Federal officials waited months before making all American adults eligible for a COVID-19 booster shot — meaning millions of Americans may not have the strongest possible protection as they head into holiday travel.
Why it matters: Critics say the confusing process undermined what has now become a critical effort to stave off another wave of the pandemic.
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Most vaccinated people, even without a booster, still have very strong protection against serious illness or death. But a third shot drastically increases people's defenses against even mild infections, which could in turn help reduce the virus' spread.
And some vulnerable vaccinated adults are at risk of serious breakthrough cases.
What they're saying: "We have a consensus. Boosters are very important in maintaining people's defenses against COVID. We need to get as many people vaccinated and boosted [as possible] as the winter sets in," David Kessler, the chief science officer of Biden's COVID response, said in an interview.
Context: Preliminary data released months ago suggested a significant decline in the vaccines' effectiveness at preventing infection, although they held up well against severe disease.
Based on that data, the Biden administration had hoped to begin allowing booster shots in September for any American adult who was at least eight months removed from their second dose.
The CDC and the FDA opted instead to only authorize boosters for seniors, people with high-risk medical conditions and people at high risk of infection, before opening them last week to everyone at least six months out from their initial shots.
In the meantime, red and blue states alike decided to ignore the CDC and open up booster eligibility on their own, and breakthrough infections have become increasingly common.
Millions of people who weren't technically eligible for boosters got them anyway, and a large portion of the most vulnerable patients still haven't gotten one.
Where it stands: Only 41% of vaccinated Americans 65 and older have received a booster shot, as have 20% of all vaccinated adults, per the CDC.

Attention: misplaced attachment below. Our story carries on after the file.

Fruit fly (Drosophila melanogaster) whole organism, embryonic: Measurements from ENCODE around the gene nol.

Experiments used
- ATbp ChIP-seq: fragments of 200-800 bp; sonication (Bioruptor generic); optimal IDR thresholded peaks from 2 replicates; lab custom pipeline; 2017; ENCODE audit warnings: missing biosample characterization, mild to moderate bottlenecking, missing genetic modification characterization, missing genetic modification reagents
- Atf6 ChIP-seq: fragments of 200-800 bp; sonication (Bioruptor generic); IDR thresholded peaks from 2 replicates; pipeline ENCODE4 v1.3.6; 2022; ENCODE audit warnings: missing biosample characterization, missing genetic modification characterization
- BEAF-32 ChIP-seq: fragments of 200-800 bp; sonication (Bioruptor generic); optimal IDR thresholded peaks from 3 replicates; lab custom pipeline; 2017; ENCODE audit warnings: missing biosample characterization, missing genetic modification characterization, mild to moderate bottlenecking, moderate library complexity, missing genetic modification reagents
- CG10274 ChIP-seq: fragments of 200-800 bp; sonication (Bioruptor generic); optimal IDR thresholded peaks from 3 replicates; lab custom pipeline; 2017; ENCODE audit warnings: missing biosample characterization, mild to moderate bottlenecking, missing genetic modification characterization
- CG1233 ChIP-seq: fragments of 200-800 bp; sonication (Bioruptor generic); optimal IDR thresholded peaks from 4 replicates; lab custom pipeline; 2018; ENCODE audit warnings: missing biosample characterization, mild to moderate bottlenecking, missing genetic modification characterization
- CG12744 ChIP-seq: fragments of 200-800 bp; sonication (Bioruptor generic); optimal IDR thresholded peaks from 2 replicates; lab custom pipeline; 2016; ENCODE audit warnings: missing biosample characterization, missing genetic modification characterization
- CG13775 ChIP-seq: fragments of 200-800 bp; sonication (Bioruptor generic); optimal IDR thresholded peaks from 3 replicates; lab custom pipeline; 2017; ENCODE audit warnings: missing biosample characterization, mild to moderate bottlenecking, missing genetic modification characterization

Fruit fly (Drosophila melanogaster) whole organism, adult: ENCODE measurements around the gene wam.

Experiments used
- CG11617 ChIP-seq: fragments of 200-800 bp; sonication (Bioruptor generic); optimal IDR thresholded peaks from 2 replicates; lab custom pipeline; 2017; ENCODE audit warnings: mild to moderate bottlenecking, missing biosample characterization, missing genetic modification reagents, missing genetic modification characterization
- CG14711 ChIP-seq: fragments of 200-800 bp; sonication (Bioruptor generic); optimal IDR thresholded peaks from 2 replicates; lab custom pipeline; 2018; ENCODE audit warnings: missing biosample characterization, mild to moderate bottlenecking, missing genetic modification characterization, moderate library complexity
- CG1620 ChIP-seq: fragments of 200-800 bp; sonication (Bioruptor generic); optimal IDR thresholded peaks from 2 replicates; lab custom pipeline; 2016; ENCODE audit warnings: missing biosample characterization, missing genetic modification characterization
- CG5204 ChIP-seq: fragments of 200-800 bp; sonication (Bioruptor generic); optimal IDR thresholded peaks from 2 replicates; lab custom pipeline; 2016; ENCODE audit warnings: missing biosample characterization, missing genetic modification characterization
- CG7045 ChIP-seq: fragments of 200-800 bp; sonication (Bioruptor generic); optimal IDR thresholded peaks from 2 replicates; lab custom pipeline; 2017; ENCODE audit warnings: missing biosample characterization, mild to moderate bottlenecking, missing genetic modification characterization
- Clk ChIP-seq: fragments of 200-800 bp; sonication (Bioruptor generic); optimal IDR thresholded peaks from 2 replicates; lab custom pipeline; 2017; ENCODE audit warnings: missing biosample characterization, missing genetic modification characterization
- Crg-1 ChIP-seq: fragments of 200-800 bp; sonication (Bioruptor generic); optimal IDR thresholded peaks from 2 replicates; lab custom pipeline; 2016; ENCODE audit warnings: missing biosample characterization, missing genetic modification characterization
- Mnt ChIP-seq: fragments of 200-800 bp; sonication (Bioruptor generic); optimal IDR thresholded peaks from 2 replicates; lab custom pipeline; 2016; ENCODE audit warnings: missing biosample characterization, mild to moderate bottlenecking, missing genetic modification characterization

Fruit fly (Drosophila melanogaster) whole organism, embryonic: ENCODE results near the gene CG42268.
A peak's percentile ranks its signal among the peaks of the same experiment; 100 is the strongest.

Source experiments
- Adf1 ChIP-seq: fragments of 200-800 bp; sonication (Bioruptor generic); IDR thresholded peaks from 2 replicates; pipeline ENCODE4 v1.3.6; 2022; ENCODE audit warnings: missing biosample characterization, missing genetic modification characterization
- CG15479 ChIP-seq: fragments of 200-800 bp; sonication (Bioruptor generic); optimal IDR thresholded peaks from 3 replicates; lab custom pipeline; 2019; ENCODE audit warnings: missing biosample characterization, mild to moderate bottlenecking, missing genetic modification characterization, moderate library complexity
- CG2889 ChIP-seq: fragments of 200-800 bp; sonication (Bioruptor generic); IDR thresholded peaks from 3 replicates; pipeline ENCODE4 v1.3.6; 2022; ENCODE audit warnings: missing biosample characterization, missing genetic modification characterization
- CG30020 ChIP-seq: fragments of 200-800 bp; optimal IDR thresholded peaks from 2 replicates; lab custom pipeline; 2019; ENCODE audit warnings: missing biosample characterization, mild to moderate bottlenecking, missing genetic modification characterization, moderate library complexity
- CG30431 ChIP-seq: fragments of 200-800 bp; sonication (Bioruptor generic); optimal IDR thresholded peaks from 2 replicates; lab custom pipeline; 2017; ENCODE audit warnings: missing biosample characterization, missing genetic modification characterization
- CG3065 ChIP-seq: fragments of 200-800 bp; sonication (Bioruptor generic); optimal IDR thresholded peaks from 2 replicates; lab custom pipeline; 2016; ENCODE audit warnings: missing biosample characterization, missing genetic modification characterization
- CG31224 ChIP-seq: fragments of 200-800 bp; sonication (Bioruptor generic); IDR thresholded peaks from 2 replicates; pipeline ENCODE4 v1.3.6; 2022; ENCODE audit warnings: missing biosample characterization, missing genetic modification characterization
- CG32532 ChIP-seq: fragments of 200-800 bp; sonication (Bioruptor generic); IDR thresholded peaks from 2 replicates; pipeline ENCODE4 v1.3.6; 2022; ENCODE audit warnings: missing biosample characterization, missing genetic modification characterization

"Some of us were there several months ago. Some wanted more data. In the end, there's a convergence of opinions. It's the way an open scientific public health process should work," Kessler said.
Between the lines: The U.S. drug approval process — with its insistence on high-quality data and careful expert reviews — is the world's gold standard precisely because it moves deliberately. Regulators have been trying this whole time to figure out how to adapt that system to a fast-moving pandemic.
Some federal officials, as well as many outside experts, said there wasn't enough data to make a broad booster recommendation earlier this fall.
Early on, many public health experts also argued that it was unethical to give Americans a third shot while much of the rest of the world awaited their first shots.
Israel embraced boosters before the U.S. beginning over the summer, and its emerging data has been key to making the case that boosters are needed and can help bring surges under control. However, experts still don't know how long the enhanced protection they give will last.
What they're saying: "Some argued early on that the primary series was good enough and we should conserve doses for the world. What's emerging is that all people in the world are going to need to be boosted," a senior administration official said.
"Everyone has a different threshold for how much data they need in making a decision," the official added. "What made this different is that there's a pandemic underway, and many saw we were heading into a winter surge."
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